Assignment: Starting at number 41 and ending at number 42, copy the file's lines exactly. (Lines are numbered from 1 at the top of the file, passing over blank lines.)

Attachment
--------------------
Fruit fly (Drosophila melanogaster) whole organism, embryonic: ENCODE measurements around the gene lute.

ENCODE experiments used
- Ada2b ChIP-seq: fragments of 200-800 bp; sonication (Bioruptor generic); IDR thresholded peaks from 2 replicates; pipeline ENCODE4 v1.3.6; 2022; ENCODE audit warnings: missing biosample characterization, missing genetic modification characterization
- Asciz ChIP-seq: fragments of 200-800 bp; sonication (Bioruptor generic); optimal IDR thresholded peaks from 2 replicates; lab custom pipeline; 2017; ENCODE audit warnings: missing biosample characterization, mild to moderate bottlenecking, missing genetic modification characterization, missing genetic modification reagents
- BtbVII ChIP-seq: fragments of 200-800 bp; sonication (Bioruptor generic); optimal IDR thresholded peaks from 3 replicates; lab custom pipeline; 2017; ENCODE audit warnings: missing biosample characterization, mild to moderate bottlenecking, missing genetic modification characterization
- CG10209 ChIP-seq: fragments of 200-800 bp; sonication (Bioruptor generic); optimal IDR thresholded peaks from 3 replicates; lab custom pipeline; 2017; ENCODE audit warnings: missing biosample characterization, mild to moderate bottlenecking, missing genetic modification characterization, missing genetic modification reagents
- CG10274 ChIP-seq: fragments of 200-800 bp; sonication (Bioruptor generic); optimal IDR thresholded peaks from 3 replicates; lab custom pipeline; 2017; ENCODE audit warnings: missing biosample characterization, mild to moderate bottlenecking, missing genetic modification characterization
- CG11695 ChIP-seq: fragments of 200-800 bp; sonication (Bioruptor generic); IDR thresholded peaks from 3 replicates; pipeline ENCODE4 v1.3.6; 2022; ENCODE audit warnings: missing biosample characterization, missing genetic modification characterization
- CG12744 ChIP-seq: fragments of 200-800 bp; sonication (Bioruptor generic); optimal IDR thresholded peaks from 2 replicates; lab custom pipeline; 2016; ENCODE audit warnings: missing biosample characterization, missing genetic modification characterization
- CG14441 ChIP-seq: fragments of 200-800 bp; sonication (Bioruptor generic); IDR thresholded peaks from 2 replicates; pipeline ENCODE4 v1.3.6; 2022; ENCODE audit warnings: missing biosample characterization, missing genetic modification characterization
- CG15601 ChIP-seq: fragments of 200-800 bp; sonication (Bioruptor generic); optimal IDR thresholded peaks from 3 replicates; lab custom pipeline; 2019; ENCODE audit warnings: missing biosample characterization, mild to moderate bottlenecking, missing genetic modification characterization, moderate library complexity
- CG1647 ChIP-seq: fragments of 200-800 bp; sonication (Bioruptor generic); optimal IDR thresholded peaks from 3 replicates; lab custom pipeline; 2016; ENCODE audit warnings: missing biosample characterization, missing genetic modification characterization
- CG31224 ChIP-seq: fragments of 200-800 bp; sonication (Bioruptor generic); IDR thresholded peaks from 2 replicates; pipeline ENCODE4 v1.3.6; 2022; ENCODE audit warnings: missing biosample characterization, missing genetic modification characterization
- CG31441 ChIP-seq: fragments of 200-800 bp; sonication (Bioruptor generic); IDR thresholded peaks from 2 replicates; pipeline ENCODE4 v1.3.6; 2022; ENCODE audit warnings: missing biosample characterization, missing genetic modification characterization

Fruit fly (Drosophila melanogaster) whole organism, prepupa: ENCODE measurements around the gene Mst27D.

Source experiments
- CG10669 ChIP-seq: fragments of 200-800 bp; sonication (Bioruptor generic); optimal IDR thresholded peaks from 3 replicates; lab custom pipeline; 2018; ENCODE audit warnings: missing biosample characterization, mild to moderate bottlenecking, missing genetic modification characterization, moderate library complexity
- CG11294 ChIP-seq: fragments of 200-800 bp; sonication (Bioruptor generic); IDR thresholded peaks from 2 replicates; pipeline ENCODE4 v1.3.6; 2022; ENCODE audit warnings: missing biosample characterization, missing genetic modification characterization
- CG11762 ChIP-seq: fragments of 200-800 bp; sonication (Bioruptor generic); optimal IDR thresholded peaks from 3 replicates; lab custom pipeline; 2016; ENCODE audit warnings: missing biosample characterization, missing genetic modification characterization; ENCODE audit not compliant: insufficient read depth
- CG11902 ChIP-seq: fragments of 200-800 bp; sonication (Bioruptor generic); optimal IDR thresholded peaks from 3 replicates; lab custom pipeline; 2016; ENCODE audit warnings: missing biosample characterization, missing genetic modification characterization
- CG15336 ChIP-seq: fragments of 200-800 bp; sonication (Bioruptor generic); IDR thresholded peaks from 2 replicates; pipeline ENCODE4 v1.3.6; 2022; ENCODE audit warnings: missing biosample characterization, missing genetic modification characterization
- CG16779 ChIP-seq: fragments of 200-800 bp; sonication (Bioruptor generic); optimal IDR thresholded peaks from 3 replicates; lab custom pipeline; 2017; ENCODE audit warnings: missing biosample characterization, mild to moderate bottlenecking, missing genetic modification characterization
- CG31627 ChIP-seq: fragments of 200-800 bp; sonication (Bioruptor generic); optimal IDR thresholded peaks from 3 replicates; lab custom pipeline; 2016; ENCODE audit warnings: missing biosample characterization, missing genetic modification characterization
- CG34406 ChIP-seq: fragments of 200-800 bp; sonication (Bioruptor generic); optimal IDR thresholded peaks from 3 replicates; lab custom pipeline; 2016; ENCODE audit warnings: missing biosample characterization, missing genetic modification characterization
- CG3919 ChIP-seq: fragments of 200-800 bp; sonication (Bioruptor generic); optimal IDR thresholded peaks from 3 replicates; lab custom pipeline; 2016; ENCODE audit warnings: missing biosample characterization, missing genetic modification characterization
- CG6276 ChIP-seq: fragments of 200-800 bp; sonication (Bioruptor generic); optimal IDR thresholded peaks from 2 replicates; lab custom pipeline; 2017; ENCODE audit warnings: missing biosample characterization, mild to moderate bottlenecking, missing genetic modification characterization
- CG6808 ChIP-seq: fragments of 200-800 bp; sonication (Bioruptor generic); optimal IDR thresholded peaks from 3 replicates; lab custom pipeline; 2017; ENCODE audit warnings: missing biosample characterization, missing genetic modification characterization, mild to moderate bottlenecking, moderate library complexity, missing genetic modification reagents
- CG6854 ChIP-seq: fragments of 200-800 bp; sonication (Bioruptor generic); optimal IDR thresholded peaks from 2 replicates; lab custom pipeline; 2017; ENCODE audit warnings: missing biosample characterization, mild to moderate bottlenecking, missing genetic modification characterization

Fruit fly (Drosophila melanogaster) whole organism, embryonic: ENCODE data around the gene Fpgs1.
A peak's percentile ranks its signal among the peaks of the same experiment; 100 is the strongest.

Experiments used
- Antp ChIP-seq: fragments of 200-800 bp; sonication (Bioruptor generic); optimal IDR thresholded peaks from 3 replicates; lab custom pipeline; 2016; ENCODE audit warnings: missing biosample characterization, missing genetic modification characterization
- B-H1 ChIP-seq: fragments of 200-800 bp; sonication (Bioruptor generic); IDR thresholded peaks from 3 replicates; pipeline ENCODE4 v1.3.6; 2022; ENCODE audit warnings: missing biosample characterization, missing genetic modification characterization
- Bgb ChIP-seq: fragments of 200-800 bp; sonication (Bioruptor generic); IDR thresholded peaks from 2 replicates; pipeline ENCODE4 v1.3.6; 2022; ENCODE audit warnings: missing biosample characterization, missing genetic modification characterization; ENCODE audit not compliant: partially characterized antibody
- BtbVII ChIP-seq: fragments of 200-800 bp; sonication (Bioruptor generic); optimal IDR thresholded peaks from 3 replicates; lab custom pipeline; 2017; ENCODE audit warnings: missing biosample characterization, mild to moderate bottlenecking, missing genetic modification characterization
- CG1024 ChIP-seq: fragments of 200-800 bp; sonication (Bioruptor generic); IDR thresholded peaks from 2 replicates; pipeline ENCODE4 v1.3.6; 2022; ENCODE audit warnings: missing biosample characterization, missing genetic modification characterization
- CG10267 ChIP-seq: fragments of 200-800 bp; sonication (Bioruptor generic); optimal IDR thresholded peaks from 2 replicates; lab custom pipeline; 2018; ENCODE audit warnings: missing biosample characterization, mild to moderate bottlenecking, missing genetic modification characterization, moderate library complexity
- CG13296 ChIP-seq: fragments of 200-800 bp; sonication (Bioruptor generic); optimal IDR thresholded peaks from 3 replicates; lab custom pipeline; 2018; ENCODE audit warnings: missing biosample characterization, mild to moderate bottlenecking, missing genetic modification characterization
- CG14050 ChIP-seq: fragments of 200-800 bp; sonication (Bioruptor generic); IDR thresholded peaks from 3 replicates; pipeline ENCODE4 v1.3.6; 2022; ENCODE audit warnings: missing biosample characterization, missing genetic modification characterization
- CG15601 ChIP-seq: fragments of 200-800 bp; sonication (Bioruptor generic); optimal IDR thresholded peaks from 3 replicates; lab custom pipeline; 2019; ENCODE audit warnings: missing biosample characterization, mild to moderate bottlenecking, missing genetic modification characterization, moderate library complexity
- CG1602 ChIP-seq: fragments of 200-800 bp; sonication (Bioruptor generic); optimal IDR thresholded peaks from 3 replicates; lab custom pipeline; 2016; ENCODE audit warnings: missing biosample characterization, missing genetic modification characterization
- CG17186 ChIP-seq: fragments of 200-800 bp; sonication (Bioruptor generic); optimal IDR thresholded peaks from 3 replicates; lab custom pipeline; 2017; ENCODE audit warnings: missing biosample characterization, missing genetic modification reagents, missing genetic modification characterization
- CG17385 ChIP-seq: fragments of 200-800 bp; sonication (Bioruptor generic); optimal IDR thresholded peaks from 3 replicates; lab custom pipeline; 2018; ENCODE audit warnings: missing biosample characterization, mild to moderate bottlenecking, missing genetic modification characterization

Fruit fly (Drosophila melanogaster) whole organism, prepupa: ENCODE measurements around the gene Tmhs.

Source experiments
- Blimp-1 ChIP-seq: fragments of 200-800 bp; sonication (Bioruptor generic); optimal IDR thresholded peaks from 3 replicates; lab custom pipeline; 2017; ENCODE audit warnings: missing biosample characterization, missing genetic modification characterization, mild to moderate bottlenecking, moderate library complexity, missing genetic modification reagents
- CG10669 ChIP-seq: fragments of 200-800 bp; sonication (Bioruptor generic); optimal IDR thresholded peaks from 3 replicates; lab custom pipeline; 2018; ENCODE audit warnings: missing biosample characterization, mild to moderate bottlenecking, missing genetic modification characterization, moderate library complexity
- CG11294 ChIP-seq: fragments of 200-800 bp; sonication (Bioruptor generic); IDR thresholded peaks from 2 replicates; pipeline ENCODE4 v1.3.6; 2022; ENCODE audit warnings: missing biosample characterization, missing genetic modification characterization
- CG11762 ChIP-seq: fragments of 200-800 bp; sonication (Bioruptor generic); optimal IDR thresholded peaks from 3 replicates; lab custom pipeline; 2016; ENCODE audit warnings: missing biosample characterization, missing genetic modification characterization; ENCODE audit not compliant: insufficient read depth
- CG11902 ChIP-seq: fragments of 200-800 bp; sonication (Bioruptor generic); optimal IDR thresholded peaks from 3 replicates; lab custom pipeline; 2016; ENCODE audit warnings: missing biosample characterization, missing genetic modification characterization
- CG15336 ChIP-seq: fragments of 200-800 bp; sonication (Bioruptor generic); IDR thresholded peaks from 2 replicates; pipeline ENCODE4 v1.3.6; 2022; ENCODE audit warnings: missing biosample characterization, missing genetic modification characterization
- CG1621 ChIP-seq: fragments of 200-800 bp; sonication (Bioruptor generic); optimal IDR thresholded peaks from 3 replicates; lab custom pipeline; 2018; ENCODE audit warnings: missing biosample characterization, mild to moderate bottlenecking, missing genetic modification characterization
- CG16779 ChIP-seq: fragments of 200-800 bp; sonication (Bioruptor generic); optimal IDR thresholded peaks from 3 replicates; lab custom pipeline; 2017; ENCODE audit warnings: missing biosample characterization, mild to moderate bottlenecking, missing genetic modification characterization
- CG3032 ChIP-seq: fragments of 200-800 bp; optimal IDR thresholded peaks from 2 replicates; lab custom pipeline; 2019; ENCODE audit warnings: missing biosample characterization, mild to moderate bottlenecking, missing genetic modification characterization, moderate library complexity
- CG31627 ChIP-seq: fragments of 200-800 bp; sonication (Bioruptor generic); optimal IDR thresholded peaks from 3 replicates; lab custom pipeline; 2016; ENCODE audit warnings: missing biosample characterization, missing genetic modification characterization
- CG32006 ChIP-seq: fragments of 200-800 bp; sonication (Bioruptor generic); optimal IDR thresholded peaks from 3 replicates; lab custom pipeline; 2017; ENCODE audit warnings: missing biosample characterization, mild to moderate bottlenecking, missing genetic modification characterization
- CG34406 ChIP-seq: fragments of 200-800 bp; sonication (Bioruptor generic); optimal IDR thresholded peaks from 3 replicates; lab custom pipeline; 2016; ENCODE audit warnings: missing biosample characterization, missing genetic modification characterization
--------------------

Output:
- CG1602 ChIP-seq: fragments of 200-800 bp; sonication (Bioruptor generic); optimal IDR thresholded peaks from 3 replicates; lab custom pipeline; 2016; ENCODE audit warnings: missing biosample characterization, missing genetic modification characterization
- CG17186 ChIP-seq: fragments of 200-800 bp; sonication (Bioruptor generic); optimal IDR thresholded peaks from 3 replicates; lab custom pipeline; 2017; ENCODE audit warnings: missing biosample characterization, missing genetic modification reagents, missing genetic modification characterization